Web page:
Savant v. StateAnnotate this Case
544 S.W.2d 408 (1976)
Blanchard Lee SAVANT, Appellant, v. The STATE of Texas, Appellee.
Court of Criminal Appeals of Texas.
December 15, 1976.
Rehearing Denied January 12, 1977.
Jimmy Phillips, Jr., Angleton, for appellant.
Thomas L. Hanna, Dist. Atty. and Jimmie R. Stanton, Asst. Dist. Atty., Beaumont, Jim D. Vollers, State's Atty., and David S. McAngus, Asst. State's Atty., Austin, for the State.OPINION
This is an appeal from a conviction for the offense of assault with a prohibited weapon (Art. 1151, V.A.P.C., 1925); the punishment is imprisonment for 5 years. The imposition of sentence was suspended and the appellant was granted probation.
The appellant complains of the court's charge; he asserts that it permitted the jury to convict him on a theory not supported by the evidence. We agree that the court's charge was erroneous in this respect and under our holdings in Oliver v. State, 160 Tex.Cr.R. 222, 268 S.W.2d 467 (1954), and McCuin v. State, 505 S.W.2d 827 (Tex. Cr.App.1974), the judgment must be reversed.
The indictment charged as follows:"... that BLANCHARD LEE SAVANT and JIMMY LEE BACON on or about the 6th day of October, One Thousand *409 Nine Hundred and Seventy-three, and anterior to the presentment of this indictment in the County of Jefferson and State of Texas, did while then and there unlawfully carrying on and about their person a pistol, with the said pistol, did then and there unlawfully and willfully commit an assault in and upon Robert H. Broussard with said pistol, and did then and there with said pistol so unlawfully carried, shoot the said Robert H. Broussard, ..."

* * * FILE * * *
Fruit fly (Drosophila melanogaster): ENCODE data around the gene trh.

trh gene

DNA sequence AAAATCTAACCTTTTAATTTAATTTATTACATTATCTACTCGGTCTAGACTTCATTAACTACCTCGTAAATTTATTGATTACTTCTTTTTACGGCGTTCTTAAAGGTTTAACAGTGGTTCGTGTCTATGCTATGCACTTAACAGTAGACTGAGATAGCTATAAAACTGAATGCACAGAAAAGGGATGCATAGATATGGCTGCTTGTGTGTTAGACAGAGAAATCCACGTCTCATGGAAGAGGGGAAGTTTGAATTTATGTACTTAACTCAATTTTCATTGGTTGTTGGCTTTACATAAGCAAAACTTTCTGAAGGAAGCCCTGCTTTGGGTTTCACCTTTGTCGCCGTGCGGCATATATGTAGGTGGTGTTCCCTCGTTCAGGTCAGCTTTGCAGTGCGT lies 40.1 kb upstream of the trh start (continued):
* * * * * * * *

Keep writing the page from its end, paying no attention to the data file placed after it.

The appellant was tried separately in this case. The evidence clearly shows that Jimmy Lee Bacon unlawfully carried a pistol and shot Broussard. There is no evidence that the appellant unlawfully carried a pistol or that he shot Broussard. There is evidence that the appellant attacked and struck Broussard with the butt of a shotgun just before Bacon shot Broussard. This evidence would have been sufficient to support a jury finding that the appellant was guilty as a principal, but that is the only theory under which the evidence would permit a jury finding of guilty.
The court charged the jury as follows:"Now, if you find from the evidence beyond a reasonable doubt that in Jefferson County, Texas, on or about October 6, 1973, the defendant, Blanchard Lee Savant, did unlawfully and willfully make an assault in and upon Robert H. Broussard by shooting him with a pistol, and, if you further find from the evidence beyond a reasonable doubt that said assault, if any there was, was made while the said pistol, if any, was then and there being unlawfully carried by the defendant on or about his person, they you will find the defendant guilty of an assault with a prohibited weapon. If you do not so find, or if you have a reasonable doubt thereof, you will find the defendant not guilty of the charge herein. "Our law provides that all persons are principles if they act together in the commission of an offense. When an offense is actually committed by one or more persons, but others, knowing the unlawful intent, aid by acts or encourage by words those actually engaged in the commission of the offense, such persons so aiding or encouraging are principles, and should be convicted as such. Mere presence alone will not constitute one a principle. "Now therefore if you believe and find from the evidence beyond a reasonable doubt, that the defendant, either acting alone or together with some other person or persons as a principle, as that term has been defined, committed the offense alleged in the indictment, you will find the defendant guilty. Unless you so find or if you have a reasonable doubt thereof, you will acquit the defendant."